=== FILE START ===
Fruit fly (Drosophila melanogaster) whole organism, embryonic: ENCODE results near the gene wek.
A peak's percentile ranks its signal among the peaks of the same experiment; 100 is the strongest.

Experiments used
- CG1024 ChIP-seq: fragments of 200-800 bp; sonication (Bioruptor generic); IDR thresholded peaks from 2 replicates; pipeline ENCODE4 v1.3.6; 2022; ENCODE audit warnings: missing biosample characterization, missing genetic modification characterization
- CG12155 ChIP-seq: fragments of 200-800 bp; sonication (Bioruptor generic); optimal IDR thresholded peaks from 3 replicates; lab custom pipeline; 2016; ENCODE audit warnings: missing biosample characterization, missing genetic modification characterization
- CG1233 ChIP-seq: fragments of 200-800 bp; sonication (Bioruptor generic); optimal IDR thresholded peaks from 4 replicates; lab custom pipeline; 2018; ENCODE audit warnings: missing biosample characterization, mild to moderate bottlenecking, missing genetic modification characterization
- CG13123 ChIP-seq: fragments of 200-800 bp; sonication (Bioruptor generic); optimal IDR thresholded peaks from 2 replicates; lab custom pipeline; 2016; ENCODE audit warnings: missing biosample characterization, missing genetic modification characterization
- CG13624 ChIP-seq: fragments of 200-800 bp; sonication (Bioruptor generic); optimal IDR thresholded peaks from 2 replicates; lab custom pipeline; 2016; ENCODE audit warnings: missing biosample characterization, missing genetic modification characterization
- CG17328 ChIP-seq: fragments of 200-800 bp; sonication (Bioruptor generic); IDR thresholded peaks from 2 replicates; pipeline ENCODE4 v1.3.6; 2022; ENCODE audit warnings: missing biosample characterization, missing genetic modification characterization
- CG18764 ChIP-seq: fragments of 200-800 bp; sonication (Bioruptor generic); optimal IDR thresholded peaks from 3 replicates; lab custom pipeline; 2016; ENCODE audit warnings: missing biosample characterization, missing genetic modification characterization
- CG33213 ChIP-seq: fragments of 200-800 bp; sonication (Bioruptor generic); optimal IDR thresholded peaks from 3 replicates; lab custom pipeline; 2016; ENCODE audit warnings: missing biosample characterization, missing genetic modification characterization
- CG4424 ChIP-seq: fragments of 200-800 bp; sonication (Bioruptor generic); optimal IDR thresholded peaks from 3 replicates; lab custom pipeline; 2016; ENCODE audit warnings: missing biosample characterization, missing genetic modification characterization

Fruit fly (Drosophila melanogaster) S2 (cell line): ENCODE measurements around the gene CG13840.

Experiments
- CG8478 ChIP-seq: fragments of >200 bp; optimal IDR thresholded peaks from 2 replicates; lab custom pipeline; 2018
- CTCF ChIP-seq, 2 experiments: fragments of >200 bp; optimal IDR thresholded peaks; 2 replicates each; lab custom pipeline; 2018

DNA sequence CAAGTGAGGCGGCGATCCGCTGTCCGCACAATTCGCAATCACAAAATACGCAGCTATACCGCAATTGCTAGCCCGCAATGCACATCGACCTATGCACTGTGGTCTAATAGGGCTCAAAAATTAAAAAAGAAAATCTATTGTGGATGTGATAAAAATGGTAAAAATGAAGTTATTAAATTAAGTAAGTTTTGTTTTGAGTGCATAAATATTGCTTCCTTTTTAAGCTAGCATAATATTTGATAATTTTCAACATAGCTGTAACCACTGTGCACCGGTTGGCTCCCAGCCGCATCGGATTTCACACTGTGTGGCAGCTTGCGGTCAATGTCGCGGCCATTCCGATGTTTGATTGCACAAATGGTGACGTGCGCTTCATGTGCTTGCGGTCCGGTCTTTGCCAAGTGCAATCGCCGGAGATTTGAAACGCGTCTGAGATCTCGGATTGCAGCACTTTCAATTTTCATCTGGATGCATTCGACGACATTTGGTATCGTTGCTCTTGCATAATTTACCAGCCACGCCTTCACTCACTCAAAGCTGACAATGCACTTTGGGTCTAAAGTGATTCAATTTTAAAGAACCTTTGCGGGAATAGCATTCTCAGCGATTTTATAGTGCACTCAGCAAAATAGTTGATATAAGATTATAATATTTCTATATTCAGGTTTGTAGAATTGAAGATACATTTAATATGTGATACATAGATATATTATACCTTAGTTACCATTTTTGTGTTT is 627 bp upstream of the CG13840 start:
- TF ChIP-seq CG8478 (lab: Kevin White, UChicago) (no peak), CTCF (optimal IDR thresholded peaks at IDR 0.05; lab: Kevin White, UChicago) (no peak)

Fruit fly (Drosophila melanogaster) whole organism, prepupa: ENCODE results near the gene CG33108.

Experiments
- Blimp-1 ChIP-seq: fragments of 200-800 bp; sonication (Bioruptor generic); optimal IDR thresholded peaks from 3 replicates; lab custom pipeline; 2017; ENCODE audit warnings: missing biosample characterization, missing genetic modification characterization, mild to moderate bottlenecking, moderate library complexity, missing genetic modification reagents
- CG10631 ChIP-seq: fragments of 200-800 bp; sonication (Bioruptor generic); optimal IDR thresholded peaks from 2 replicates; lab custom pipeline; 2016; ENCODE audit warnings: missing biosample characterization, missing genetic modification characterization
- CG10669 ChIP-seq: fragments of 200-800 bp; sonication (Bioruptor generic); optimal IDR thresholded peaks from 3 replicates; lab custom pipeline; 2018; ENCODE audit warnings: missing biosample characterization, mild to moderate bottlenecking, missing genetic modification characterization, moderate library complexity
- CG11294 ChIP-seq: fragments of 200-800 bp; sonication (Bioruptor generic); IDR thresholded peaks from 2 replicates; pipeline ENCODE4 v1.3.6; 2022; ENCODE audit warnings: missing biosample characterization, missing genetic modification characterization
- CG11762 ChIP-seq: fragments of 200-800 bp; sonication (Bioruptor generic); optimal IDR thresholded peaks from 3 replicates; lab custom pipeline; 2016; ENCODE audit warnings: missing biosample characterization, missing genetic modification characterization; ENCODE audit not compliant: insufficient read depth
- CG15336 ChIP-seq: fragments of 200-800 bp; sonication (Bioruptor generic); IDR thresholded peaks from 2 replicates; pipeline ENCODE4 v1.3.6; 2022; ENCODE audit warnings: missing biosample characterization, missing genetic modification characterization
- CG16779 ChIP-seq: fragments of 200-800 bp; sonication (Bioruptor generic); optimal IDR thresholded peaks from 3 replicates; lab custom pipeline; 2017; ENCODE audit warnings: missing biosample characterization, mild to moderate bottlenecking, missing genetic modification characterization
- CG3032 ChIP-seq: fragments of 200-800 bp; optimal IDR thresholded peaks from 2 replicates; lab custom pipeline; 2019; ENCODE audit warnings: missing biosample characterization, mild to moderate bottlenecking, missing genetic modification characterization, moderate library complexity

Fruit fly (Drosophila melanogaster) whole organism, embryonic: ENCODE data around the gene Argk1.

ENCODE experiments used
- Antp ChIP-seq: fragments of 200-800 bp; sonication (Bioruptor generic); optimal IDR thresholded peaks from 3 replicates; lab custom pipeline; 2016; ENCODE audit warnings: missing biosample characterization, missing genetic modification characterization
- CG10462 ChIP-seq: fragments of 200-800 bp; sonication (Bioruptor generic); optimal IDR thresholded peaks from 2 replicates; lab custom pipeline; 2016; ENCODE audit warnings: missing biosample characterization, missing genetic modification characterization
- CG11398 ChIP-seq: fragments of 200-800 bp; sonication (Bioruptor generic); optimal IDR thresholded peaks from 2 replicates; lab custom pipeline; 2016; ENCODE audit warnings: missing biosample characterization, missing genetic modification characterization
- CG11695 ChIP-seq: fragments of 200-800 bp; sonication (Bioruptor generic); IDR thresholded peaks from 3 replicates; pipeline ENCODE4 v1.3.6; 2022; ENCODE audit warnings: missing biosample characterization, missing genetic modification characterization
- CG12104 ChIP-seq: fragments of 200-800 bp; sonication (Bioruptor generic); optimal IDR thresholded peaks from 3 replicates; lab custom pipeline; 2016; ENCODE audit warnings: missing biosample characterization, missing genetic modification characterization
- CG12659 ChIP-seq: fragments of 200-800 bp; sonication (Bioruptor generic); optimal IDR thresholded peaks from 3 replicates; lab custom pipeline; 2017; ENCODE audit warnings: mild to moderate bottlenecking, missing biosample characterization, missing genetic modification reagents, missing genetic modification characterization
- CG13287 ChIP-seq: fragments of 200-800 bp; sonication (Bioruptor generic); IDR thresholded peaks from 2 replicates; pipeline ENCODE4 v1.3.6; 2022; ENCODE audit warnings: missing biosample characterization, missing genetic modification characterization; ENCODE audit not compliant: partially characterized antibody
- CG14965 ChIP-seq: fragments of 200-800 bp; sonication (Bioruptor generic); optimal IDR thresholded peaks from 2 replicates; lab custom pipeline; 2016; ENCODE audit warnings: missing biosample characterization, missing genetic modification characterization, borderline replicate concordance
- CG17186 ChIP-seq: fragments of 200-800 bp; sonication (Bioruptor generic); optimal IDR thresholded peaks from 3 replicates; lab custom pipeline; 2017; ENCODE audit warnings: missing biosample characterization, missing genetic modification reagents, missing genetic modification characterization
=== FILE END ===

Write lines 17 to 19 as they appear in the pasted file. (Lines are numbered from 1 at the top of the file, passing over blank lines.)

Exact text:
DNA sequence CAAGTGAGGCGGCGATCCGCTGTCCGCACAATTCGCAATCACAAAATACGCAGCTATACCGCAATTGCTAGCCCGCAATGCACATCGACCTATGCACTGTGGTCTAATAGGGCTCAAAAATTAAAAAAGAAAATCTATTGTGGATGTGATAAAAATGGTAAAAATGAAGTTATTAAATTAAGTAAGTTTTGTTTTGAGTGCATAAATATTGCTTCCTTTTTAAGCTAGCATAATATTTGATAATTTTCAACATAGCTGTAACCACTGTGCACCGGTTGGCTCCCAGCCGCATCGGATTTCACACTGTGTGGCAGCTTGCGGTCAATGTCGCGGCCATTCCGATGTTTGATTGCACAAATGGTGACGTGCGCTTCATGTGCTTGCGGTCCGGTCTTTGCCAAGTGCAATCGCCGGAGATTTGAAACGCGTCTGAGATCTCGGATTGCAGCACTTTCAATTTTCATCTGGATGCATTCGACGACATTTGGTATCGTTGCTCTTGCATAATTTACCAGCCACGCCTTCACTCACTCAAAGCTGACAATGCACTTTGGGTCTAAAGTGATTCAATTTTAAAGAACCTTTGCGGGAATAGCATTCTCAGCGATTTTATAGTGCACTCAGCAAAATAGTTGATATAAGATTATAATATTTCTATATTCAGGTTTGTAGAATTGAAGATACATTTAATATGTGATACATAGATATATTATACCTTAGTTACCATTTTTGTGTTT is 627 bp upstream of the CG13840 start:
- TF ChIP-seq CG8478 (lab: Kevin White, UChicago) (no peak), CTCF (optimal IDR thresholded peaks at IDR 0.05; lab: Kevin White, UChicago) (no peak)

Fruit fly (Drosophila melanogaster) whole organism, prepupa: ENCODE results near the gene CG33108.